Determination of poor prognostic immune features of tumour microenvironment in non-smoking patients with lung adenocarcinoma

Tomonari Kinoshita, Chie Kudo-Saito, Reiko Muramatsu, Tomonobu Fujita, Miyuki Saito, Haruna Nagumo, Toshiharu Sakurai, Shinobu Noji, Emi Takahata, Tomonori Yaguchi, Nobuo Tsukamoto, Yuichiro Hayashi, Kaoru Kaseda, Ikuo Kamiyama, Takashi Ohtsuka, Kenji Tomizawa, Masaki Shimoji, Tetsuya Mitsudomi, Hisao Asamura, Yutaka Kawakami

Research output: Contribution to journalArticlepeer-review

54 Citations (Scopus)


We have previously demonstrated that the prognostic significance of tumour-infiltrating CD8+ T cells significantly differs according to histological type and patient smoking habits in non-small cell lung cancer (NSCLC). This work suggested that infiltrating CD8+ T cells may not be activated sufficiently in the immunosuppressive microenvironment in non-smokers with adenocarcinoma. To understand the immunogenic microenvironment in NSCLC, we characterised immune cells comprehensively by performing an immunohistochemical evaluation using an alternative counting method and multicolour staining method (n = 234), and assessed immune-related gene expression by using genetic analytical approaches (n = 58). We found that high infiltration of activated CD8+ T cells expressing interferon gamma (IFN-γ) and granzyme was correlated with postoperative survival in patients with non-adenocarcinoma. On the contrary, CD8+ T-cell accumulation was identified as a worse prognostic factor in patients with adenocarcinoma, particularly in non-smokers. Infiltrating CD8+ T cells were significantly less activated in this microenvironment with high expression of various immunoregulation genes. Potentially immunoregulatory CD8+ FOXP3+ T cells and immunodysfunctional CD8+ GATA3+ T cells were increased in adenocarcinoma of non-smokers. CD4+ FOXP3+ regulatory T cells expressing chemokine receptor-4 (CCR4)- and chemokine ligand (CCL17)-expressing CD163+ M2-like macrophages also accumulated correlatively and significantly in adenocarcinoma of non-smokers. These characteristic immune cells may promote tumour progression possibly by creating an immunosuppressive microenvironment in non-smoking patients with lung adenocarcinoma. Our findings may be helpful for refining the current strategy of personalised immunotherapy including immune-checkpoint blockade therapy for NSCLC.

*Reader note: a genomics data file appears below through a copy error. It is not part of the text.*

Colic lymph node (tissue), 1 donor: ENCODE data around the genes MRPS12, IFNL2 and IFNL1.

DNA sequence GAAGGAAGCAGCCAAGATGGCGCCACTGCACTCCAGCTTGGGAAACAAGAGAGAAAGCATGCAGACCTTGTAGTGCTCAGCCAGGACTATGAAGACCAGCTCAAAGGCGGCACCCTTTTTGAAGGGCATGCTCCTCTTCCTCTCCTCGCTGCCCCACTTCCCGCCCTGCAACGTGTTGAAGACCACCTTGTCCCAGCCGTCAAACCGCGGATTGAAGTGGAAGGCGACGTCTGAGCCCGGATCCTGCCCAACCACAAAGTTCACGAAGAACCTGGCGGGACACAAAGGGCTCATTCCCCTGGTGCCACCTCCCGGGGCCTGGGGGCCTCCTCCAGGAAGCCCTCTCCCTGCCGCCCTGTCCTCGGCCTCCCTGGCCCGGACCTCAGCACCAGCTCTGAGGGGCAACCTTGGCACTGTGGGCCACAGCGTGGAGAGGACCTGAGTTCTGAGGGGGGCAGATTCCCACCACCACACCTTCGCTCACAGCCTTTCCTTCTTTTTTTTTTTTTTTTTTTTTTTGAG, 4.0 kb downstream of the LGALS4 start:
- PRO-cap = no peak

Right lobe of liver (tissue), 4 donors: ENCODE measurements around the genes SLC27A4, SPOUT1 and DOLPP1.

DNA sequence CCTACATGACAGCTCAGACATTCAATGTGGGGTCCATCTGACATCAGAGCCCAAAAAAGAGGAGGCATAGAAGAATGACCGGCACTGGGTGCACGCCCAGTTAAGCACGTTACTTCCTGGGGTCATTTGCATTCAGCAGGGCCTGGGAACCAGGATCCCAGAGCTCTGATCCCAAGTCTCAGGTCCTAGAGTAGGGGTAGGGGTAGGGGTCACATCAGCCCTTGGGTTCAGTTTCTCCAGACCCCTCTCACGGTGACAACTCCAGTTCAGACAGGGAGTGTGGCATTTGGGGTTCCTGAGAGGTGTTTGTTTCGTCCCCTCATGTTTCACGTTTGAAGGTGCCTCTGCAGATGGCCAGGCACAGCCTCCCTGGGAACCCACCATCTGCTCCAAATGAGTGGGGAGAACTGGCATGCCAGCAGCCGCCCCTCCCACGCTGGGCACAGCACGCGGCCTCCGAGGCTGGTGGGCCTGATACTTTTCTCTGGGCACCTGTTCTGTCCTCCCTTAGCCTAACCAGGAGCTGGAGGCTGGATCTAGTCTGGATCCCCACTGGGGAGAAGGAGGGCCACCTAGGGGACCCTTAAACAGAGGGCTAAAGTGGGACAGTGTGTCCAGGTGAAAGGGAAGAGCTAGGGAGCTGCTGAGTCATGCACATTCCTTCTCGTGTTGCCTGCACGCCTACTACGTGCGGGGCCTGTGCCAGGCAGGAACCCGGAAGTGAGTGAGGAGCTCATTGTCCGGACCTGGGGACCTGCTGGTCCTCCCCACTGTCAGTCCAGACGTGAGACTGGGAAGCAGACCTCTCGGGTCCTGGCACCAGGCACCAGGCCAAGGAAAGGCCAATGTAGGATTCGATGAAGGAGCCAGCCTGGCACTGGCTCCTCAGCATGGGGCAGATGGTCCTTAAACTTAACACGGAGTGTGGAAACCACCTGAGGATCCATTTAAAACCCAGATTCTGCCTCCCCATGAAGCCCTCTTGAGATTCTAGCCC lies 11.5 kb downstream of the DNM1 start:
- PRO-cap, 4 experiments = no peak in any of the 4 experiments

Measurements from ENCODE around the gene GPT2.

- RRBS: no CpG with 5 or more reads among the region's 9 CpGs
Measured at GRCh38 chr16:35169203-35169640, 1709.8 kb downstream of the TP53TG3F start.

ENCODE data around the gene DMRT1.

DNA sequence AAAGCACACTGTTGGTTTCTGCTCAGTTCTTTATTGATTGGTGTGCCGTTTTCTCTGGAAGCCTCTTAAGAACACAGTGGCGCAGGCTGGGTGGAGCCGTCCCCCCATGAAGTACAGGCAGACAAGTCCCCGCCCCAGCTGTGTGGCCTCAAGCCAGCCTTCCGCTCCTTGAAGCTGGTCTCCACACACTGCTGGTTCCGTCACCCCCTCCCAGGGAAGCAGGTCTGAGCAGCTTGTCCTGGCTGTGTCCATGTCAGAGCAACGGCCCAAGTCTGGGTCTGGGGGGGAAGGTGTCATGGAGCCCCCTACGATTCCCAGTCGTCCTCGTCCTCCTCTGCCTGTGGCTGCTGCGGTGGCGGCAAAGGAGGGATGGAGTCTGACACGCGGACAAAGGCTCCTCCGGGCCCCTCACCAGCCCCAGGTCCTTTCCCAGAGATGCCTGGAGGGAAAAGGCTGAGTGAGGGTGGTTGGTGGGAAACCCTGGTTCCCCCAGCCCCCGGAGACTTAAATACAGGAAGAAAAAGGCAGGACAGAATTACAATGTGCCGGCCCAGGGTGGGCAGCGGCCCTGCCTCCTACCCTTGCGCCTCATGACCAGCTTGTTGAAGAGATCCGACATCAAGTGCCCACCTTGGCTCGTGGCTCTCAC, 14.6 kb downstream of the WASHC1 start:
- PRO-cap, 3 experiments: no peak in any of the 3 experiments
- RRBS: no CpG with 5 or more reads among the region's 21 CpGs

Original languageEnglish
Pages (from-to)15-27
Number of pages13
JournalEuropean Journal of Cancer
Publication statusPublished - 2017 Nov


  • Adenocarcinoma
  • Immunosuppression
  • Non-small cell lung cancer
  • Smoking history
  • Tumour microenvironment

ASJC Scopus subject areas

  • Oncology
  • Cancer Research


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